Think about it. It’s up to you to help non-virtual employees know about your virtual direct reports’ accomplishments. Help them be present on the team even when they are not in the office.

A man walking through an airport.

And prioritize budget approvals for periodic travel to the office. It’s the best way for your team to come together and for your virtual direct report to be more connected to the work that’s going on in the office.

Give Feedback in the Most Effective Way

Being heads-down in work all day is intense. Studies show that people who work remotely put in 10 more hours per week on average than employees who do not.

Now imagine that you’re a remote employee and you’ve invested everything you’ve got into a project or proposal you’ve been working on. You hand the proposal off to your boss and within a few hours your boss has devoured the proposal pointing out ALL the things that you could have done differently.

Employee sitting at a desk, confused by all of the red marks on the document.

As a manager, your intentions were probably good. You wanted to make sure that your direct report did their best work, right? But for your direct reports, reading all that feedback could make them feel draining, defeated, or even demoralized. Worse even, repeated incidents might cause your direct reports to look for other work. No one wants to feel like they can’t get it right, right?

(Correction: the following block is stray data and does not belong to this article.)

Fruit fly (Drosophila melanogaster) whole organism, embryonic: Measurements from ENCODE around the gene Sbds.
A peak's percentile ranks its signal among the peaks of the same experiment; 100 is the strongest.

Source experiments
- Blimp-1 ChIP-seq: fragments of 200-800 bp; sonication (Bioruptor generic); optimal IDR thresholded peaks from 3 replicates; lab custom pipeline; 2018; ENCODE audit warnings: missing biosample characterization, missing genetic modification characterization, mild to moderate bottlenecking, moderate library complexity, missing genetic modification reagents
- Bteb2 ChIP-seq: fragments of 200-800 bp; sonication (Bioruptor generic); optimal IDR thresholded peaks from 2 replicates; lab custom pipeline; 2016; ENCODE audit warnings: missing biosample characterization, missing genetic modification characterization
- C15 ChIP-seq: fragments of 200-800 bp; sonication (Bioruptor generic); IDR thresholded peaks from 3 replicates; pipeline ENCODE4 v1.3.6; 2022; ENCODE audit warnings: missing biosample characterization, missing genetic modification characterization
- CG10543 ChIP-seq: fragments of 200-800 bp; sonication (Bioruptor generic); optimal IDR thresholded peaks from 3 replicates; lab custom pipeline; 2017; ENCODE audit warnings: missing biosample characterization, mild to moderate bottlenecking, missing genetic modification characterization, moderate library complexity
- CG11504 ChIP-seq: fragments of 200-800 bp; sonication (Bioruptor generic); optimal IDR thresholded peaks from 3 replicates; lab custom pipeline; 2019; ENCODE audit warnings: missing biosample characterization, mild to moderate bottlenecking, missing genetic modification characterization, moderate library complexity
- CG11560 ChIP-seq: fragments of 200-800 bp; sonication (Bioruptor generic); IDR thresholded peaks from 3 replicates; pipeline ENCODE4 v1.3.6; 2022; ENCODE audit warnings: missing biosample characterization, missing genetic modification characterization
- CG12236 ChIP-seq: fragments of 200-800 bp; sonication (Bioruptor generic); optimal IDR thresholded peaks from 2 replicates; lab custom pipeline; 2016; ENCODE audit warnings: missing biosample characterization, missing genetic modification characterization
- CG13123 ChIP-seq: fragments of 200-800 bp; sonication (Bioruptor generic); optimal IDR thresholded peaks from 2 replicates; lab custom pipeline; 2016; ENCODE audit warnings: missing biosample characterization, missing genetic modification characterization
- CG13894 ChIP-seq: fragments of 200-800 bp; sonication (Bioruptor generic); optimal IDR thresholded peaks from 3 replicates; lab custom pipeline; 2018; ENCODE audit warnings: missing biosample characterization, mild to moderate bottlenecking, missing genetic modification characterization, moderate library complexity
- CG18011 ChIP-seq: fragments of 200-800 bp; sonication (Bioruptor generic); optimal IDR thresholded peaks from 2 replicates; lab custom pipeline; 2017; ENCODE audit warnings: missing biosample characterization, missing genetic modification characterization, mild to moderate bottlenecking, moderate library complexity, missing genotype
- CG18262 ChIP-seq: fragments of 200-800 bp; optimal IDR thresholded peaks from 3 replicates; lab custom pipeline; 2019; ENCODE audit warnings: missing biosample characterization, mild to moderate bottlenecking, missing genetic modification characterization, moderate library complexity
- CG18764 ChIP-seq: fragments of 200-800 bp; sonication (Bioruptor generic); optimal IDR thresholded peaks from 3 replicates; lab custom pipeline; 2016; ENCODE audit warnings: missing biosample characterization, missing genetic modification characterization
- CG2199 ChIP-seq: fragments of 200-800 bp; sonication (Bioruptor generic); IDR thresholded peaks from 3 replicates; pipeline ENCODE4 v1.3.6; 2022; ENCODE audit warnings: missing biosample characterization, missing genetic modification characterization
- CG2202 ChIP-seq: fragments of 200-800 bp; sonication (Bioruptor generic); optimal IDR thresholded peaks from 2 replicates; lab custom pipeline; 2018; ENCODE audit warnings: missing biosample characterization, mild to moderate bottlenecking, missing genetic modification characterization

Why is it so important to get feedback with virtual direct reports right?

  • Your virtual direct report has less face time with you. Frequent floods of constructive feedback in writing might not be the most effective way to establish great rapport.
  • When you manage a virtual team, you lose the opportunity to coach in person, in the moment, and on the fly.

You might be thinking, but I don’t have time to sugar-coat things, and they’re professionals.

It’s true. Nobody has time for sugar-coating, and everyone should be professional enough to read feedback and power through. But what if they disagree with your feedback or have questions? Do you expect them to implement all your feedback? Can you clearly articulate to them why doing so makes the proposal better?

Make sure that your virtual direct reports stay engaged in the work that they’re doing and that they view your feedback as an opportunity to learn.

Take special consideration when delivering constructive feedback to your virtual direct reports.

  • Do a read-through of the project, and mention feedback that applies to the whole piece upfront. For example, if throughout the project proposal your direct report uses the wrong formatting, mention the issue once rather than flagging every instance of incorrect formatting.
  • Before you give feedback, ask yourself if the feedback is necessary or if it’s just something you would have done differently. In other words, is your feedback subjective or objective?
  • Call your virtual direct report to collaborate on how to best implement your feedback.
  • Be realistic and willing to negotiate about which feedback needs to be implemented and which is nice to have.

Let's sum it up

Let’s Sum It Up

Managing your virtual team doesn’t have to be stressful. With virtual collaboration techniques and best practices for managers, you can be prepared for even the trickiest virtual management conundrums.

Resources